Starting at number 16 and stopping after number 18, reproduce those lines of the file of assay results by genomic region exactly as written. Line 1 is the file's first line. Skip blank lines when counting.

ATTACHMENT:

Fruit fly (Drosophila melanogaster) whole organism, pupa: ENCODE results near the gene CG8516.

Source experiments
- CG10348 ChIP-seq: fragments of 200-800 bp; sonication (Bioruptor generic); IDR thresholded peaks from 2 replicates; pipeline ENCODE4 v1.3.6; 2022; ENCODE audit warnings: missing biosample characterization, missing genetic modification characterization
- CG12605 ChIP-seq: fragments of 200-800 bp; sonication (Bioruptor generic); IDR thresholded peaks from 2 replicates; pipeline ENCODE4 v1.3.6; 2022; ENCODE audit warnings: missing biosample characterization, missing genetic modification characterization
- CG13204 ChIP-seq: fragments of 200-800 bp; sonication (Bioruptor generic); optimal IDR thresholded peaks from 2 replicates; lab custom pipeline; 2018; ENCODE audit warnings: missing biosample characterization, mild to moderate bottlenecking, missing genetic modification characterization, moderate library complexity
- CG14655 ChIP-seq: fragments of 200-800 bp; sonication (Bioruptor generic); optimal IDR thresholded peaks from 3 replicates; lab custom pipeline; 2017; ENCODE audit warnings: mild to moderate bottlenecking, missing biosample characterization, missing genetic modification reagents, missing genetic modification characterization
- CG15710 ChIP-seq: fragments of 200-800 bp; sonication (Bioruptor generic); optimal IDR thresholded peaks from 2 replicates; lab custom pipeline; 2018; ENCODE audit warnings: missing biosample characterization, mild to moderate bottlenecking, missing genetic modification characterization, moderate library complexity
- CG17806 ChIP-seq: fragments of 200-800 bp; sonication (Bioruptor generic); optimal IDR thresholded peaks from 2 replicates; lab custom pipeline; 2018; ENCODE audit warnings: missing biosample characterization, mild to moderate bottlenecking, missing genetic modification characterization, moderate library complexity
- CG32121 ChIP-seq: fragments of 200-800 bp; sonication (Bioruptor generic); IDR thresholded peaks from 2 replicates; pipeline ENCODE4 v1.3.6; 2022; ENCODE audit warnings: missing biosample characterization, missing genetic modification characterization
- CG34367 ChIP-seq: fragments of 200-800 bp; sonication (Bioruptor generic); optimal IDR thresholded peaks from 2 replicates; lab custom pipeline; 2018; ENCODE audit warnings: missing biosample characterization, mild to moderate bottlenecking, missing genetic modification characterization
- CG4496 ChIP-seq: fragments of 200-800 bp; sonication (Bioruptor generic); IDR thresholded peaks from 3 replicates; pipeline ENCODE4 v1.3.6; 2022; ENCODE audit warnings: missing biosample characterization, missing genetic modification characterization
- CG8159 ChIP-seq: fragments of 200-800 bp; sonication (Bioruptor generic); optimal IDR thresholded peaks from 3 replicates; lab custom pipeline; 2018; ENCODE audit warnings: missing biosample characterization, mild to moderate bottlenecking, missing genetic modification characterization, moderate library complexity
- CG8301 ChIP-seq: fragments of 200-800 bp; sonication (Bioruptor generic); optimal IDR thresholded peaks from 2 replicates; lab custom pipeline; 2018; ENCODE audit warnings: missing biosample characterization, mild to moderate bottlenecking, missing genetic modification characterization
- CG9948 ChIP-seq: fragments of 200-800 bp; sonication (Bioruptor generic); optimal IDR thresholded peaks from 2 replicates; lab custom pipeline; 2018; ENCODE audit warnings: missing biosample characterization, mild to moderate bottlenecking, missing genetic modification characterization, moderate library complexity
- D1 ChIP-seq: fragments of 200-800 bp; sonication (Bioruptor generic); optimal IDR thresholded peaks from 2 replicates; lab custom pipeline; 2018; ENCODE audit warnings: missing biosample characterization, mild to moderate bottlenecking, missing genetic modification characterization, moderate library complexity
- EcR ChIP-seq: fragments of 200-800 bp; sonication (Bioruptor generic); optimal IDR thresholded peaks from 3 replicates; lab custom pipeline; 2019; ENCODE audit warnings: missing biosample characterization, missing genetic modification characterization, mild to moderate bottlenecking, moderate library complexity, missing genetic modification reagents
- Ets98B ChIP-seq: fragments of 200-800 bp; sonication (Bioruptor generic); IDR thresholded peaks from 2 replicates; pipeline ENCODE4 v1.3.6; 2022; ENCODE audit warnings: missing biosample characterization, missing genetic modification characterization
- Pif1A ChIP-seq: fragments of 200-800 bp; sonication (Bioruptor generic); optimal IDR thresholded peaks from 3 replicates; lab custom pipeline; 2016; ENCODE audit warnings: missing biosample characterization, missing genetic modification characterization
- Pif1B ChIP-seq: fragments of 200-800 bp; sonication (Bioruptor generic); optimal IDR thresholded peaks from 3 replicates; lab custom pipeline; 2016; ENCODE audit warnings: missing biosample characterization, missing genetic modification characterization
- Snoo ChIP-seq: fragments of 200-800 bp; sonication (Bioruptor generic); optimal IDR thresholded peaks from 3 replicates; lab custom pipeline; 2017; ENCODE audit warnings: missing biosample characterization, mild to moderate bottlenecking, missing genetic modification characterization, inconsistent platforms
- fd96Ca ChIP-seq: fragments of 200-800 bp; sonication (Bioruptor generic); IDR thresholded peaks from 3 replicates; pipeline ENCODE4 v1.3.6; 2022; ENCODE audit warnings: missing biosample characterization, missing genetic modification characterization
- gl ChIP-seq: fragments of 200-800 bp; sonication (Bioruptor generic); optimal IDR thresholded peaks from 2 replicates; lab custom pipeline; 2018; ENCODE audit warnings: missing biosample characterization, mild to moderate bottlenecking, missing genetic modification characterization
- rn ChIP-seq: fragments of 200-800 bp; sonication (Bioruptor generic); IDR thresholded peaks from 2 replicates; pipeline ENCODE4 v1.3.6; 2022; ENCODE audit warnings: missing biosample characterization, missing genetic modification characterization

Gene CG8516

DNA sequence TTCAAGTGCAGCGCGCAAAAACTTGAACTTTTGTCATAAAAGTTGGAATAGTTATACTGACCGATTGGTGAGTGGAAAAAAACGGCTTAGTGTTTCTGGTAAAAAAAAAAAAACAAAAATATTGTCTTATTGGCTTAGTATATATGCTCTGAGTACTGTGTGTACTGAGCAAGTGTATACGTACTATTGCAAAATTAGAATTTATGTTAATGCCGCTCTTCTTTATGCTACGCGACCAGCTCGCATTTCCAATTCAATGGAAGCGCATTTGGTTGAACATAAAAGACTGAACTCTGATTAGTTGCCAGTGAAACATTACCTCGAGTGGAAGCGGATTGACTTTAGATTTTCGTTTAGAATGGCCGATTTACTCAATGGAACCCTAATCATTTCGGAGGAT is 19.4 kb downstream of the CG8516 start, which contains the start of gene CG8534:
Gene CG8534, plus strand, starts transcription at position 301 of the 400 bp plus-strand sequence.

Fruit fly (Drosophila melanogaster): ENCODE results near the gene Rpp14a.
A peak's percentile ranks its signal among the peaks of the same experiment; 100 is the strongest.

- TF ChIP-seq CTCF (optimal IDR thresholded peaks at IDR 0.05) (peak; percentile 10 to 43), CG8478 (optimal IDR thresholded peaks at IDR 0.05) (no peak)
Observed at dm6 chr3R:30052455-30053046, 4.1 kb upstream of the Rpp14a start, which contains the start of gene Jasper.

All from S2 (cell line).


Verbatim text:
- EcR ChIP-seq: fragments of 200-800 bp; sonication (Bioruptor generic); optimal IDR thresholded peaks from 3 replicates; lab custom pipeline; 2019; ENCODE audit warnings: missing biosample characterization, missing genetic modification characterization, mild to moderate bottlenecking, moderate library complexity, missing genetic modification reagents
- Ets98B ChIP-seq: fragments of 200-800 bp; sonication (Bioruptor generic); IDR thresholded peaks from 2 replicates; pipeline ENCODE4 v1.3.6; 2022; ENCODE audit warnings: missing biosample characterization, missing genetic modification characterization
- Pif1A ChIP-seq: fragments of 200-800 bp; sonication (Bioruptor generic); optimal IDR thresholded peaks from 3 replicates; lab custom pipeline; 2016; ENCODE audit warnings: missing biosample characterization, missing genetic modification characterization